Ras El Tin Palace

Sumptuous Ras el-Tin Palace was once a summer escape for Egypt's sultans when the desert heat of Cairo got too much to bear. It's also the famed location where King Farouk — Egypt's last king — officially abdicated in 1952 before sailing out of Alexandria's harbor and into exile in Italy. Today, the palace is used by the Egyptian navy, which means its glorious interiors are out of bounds to casual visitors, but the monumental white facade, best viewed from the harbor waters, is a must-see.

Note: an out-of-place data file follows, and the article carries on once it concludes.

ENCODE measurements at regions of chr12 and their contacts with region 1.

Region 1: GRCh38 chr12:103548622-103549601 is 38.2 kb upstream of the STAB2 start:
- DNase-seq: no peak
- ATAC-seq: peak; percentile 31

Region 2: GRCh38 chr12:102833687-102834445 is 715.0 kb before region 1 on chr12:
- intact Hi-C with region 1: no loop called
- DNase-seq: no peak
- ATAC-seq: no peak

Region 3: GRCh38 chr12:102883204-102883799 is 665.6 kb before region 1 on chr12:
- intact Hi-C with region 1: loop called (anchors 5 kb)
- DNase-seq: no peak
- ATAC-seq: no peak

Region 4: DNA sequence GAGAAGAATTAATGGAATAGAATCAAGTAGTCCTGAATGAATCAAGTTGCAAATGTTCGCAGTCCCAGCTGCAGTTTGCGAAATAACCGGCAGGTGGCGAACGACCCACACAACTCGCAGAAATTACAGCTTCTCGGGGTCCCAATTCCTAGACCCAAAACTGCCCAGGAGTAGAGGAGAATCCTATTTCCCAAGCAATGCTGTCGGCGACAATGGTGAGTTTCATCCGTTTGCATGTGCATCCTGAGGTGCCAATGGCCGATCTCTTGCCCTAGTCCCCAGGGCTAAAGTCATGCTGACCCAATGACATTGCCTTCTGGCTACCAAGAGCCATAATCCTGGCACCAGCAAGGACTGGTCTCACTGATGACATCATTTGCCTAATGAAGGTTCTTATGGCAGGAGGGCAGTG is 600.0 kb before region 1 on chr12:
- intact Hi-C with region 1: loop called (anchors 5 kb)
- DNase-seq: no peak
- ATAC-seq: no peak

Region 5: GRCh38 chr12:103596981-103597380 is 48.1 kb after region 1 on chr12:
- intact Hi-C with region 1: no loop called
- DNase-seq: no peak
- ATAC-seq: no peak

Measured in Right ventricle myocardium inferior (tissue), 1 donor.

Along Alexandria's western shore, past the shipyards, you’ll spot Ras El Tin Palace. It is most spectacular seen from the Mediterranean Sea. Originally built in the 1830s for Egyptian ruler Mohammed Ali, it’s now part of a naval base and was an official presidential residence. It was here that King Farouk signed his abdication papers in 1952. Unfortunately it’s not open to visitors.

Resembling a large Italian Renaissance Palace, Ras El-Tin is also surrounded by magnificent gardens of fig trees, giving it its name “Cape Fig Palace”. Although currently not open to visitors, the palace is still a sight to view from the outside. Snap some pictures of the amazing architecture and revel in the rich history of the place.